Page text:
INFLUENCE OF KAB AL AHBAR
Kab al Ahbar is the person who had been instrumental in interpolating the greatest number of Jewish anecdotes and parables into Islam. He is said to have converted to Islam either during Abu Bakr’s era or Omar’s. His lore of Jewish legends and interminable stories had put him in the focus of his time. In one of the hadiths, it is said: “There is no harm in transmitting hadiths from Judaic lore.” It was Abdallah bin Amr who reportedly transmitted this hadith. Tirmizi, Abu Davud and Bukhari also mentioned this hadith. As we shall be seeing presently, Abdallah b. Amr was among the novices of Kab al Ahbar. Those who fabricated this hadith prior to the other unfounded hadiths used it as a basis for their new fabrications. Kab al Ahbar was a pioneer in this. Not only did he transmit hadiths, but also gave instruction to Abu Hurayra, as we have already examined, as well as Abdallah b. Amr, Ibn Omar and Ibn Abbas. Thus he benefited from these people when spreading his interpolations.
Caliph Omar, who revolted against Abu Hurayra, had displayed a similar reaction to Kab al Ahbar and threatened him with exile. Kab al Ahbar, who had had difficulty in spreading his teaching, found partial relief in the wake of Omar’s death. Mahmud Abu Rayya, claiming that Kab had been partially responsible for the killing of Caliph Omar said: “Despite the fact that Caliph Omar had the insight of diligence to keep track of this ingenious Jew and had sensed the evil intentions he would be displaying, he had, thanks to his stroke of genius, continued to set traps and overcome Omar’s vigilance and good will. The scheme ended with the murder of Caliph Omar. The evidence in hand shows that the plot had been hatched by a secret society. The head of this society, of which Kab also was a member. was a certain Hurmuzan. Hurmuzan was the king of Huzistan and had been brought to Medina as a captive. The mission to kill Omar was entrusted to Abu Lulue.”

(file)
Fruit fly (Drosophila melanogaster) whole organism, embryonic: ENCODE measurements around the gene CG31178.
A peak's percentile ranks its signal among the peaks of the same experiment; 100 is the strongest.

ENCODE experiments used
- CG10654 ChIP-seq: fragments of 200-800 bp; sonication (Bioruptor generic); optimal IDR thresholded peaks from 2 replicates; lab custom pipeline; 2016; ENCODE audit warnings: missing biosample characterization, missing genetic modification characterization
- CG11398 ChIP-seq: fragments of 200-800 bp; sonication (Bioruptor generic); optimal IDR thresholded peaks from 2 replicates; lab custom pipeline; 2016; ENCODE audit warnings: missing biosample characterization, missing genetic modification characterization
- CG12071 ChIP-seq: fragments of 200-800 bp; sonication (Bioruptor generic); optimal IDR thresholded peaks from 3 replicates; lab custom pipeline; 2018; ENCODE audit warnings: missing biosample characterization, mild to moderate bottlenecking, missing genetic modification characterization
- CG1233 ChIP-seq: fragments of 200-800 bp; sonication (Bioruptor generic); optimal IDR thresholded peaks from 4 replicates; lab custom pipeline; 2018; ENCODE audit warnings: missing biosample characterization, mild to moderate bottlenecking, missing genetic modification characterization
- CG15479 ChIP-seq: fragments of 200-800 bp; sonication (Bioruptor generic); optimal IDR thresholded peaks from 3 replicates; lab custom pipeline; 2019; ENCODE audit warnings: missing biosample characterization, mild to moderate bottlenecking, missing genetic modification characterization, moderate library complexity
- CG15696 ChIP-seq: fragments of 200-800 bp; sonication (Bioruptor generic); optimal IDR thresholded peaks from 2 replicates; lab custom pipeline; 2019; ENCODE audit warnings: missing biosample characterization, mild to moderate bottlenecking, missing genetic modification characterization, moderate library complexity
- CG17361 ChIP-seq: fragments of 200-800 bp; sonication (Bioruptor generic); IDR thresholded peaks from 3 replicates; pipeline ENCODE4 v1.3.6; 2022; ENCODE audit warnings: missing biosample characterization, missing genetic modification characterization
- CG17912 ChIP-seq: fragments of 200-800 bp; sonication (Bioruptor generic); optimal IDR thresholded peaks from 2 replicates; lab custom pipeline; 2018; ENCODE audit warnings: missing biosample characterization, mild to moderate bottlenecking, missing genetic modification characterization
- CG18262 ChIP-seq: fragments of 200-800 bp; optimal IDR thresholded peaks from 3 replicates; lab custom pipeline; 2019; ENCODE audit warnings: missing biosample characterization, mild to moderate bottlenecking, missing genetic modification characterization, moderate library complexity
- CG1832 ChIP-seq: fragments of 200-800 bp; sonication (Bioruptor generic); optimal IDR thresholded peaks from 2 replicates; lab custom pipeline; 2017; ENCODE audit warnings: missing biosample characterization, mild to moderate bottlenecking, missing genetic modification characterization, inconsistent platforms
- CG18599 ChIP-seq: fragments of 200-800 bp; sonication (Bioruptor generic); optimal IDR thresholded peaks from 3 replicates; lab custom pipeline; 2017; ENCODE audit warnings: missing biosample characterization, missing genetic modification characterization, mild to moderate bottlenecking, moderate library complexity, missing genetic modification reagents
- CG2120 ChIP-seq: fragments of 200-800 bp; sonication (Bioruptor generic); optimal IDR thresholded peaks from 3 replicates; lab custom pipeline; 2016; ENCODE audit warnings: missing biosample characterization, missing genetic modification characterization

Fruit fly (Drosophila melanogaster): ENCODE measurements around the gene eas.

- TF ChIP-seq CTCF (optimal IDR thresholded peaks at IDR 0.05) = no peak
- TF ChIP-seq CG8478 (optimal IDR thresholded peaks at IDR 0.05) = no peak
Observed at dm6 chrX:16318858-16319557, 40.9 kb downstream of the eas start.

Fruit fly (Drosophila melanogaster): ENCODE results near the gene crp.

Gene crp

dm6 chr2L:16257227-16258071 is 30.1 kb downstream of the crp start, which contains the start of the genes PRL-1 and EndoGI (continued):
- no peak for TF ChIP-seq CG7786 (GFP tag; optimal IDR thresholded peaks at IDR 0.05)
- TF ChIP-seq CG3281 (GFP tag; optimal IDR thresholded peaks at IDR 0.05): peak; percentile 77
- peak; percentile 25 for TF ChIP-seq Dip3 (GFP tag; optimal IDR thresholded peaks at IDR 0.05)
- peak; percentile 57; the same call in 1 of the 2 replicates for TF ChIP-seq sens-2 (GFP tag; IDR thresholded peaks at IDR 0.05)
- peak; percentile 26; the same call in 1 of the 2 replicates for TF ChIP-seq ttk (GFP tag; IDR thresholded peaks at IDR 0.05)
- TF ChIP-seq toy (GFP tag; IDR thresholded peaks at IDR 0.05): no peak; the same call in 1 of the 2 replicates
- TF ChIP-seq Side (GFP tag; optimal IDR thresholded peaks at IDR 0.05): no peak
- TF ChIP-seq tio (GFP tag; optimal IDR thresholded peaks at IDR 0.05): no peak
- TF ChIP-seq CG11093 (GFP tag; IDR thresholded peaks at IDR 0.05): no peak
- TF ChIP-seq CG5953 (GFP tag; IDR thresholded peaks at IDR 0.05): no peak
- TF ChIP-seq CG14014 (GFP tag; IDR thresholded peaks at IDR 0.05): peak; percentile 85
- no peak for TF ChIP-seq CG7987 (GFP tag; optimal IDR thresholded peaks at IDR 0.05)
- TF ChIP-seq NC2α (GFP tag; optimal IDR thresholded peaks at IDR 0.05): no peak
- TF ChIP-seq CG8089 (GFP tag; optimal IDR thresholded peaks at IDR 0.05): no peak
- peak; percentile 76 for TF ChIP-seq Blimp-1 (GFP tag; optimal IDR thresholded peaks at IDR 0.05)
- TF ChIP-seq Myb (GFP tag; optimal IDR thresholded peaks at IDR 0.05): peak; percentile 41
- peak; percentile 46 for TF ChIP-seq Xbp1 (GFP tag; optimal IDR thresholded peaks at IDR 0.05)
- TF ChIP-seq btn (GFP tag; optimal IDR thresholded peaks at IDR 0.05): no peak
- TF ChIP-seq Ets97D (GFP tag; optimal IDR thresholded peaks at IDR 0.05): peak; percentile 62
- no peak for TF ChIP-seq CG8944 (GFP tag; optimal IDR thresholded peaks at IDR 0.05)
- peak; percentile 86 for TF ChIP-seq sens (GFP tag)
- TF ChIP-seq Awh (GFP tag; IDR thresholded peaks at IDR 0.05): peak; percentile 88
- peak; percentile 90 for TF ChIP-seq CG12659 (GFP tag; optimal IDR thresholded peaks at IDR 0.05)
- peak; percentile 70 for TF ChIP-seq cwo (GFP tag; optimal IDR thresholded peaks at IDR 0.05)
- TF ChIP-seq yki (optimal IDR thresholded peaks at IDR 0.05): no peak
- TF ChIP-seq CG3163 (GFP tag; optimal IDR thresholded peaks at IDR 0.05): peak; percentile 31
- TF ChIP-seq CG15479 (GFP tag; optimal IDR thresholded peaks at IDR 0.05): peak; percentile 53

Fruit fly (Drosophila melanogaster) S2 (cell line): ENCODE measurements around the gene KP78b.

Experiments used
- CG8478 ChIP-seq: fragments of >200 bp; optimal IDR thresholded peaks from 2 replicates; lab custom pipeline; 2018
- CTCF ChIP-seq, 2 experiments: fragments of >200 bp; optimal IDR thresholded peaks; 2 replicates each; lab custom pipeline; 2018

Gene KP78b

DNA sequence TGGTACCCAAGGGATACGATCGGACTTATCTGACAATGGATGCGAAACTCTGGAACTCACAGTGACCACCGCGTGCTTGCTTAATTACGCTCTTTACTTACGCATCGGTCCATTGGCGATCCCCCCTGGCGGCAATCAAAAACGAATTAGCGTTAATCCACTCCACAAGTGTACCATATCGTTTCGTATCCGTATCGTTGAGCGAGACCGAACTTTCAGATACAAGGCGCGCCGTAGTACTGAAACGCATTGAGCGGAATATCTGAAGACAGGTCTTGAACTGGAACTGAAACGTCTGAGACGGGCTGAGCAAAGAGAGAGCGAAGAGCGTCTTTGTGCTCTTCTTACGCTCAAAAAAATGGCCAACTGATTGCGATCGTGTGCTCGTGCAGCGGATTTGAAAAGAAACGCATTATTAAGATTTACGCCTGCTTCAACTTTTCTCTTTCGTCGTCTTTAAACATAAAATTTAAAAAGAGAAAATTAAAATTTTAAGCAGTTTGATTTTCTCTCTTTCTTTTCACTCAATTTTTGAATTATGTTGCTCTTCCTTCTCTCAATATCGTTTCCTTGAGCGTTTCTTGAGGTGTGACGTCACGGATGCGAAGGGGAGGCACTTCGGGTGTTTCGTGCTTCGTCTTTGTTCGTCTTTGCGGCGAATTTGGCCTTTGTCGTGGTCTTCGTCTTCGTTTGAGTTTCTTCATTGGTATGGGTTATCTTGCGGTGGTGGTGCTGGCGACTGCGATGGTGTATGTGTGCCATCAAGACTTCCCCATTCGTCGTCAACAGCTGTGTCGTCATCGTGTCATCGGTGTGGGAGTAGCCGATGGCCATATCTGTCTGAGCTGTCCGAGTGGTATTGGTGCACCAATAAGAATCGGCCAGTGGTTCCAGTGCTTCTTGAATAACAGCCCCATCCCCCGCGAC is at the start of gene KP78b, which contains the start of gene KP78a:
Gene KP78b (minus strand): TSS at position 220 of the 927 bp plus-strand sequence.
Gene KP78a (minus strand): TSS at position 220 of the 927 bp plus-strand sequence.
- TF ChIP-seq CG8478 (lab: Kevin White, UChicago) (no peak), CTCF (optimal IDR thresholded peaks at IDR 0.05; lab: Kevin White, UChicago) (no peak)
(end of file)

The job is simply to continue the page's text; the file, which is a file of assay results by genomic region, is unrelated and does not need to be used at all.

Mahmud Abu Rayya, Enlightenment of the Muhammadan Sunna
We cannot, of course, claim the absolute truth of this likelihood told by Mahmud Abu Rayya with quotations from Ibn Kathir. But we have every reason to doubt the authenticity of the hadiths transmitted by a person whose attempts at copying the hadiths had been banned by Caliph Omar and by such individuals as Abu Hurayra, Abdallah b. Omar, Ibn Omar etc., to whom he had given lessons. On the other hand, can the meticulousness and fastidiousness of these people who interpolated a host of Jewish parables and legends be taken for granted? After these questions, what if we return to Kab to the fabrications of which there was no end: the creation of the universe, like the views of the other world, the importance of Damascus, etc.